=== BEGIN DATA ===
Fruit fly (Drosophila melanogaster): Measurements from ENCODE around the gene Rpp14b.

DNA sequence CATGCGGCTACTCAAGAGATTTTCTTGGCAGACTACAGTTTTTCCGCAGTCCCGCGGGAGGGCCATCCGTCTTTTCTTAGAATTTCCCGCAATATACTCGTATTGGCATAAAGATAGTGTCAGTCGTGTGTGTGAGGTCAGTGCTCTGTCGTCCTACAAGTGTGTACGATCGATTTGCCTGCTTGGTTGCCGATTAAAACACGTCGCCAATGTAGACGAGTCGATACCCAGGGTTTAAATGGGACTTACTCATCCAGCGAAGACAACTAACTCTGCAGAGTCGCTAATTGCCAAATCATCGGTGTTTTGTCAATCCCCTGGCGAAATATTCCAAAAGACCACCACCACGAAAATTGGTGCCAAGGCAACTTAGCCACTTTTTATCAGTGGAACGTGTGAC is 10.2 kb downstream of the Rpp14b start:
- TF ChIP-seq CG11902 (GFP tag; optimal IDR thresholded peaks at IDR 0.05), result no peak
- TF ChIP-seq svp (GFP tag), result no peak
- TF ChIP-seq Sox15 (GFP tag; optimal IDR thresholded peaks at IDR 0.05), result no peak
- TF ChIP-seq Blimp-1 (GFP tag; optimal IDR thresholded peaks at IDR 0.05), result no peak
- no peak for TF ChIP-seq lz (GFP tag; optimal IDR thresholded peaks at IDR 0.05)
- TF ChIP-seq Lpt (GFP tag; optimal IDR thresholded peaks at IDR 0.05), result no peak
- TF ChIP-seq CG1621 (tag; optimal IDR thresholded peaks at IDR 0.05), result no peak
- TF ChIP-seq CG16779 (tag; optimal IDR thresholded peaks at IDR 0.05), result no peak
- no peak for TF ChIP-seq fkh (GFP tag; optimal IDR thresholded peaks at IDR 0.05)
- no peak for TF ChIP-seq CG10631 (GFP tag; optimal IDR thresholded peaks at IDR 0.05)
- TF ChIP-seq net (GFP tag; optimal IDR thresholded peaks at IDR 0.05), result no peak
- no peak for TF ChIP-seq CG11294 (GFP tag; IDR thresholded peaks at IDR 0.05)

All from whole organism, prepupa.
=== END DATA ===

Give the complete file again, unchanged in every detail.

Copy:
Fruit fly (Drosophila melanogaster): Measurements from ENCODE around the gene Rpp14b.

DNA sequence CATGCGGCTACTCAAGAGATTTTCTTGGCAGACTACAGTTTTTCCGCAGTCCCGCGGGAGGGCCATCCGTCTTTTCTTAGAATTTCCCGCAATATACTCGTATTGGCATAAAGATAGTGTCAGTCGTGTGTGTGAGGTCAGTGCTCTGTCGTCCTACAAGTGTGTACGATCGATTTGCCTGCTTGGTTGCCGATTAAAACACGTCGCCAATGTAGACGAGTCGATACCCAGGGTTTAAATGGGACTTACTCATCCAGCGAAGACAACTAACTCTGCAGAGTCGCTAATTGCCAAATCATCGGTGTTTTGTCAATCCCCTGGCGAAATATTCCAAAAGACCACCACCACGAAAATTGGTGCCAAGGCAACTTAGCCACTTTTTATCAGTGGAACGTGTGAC is 10.2 kb downstream of the Rpp14b start:
- TF ChIP-seq CG11902 (GFP tag; optimal IDR thresholded peaks at IDR 0.05), result no peak
- TF ChIP-seq svp (GFP tag), result no peak
- TF ChIP-seq Sox15 (GFP tag; optimal IDR thresholded peaks at IDR 0.05), result no peak
- TF ChIP-seq Blimp-1 (GFP tag; optimal IDR thresholded peaks at IDR 0.05), result no peak
- no peak for TF ChIP-seq lz (GFP tag; optimal IDR thresholded peaks at IDR 0.05)
- TF ChIP-seq Lpt (GFP tag; optimal IDR thresholded peaks at IDR 0.05), result no peak
- TF ChIP-seq CG1621 (tag; optimal IDR thresholded peaks at IDR 0.05), result no peak
- TF ChIP-seq CG16779 (tag; optimal IDR thresholded peaks at IDR 0.05), result no peak
- no peak for TF ChIP-seq fkh (GFP tag; optimal IDR thresholded peaks at IDR 0.05)
- no peak for TF ChIP-seq CG10631 (GFP tag; optimal IDR thresholded peaks at IDR 0.05)
- TF ChIP-seq net (GFP tag; optimal IDR thresholded peaks at IDR 0.05), result no peak
- no peak for TF ChIP-seq CG11294 (GFP tag; IDR thresholded peaks at IDR 0.05)

All from whole organism, prepupa.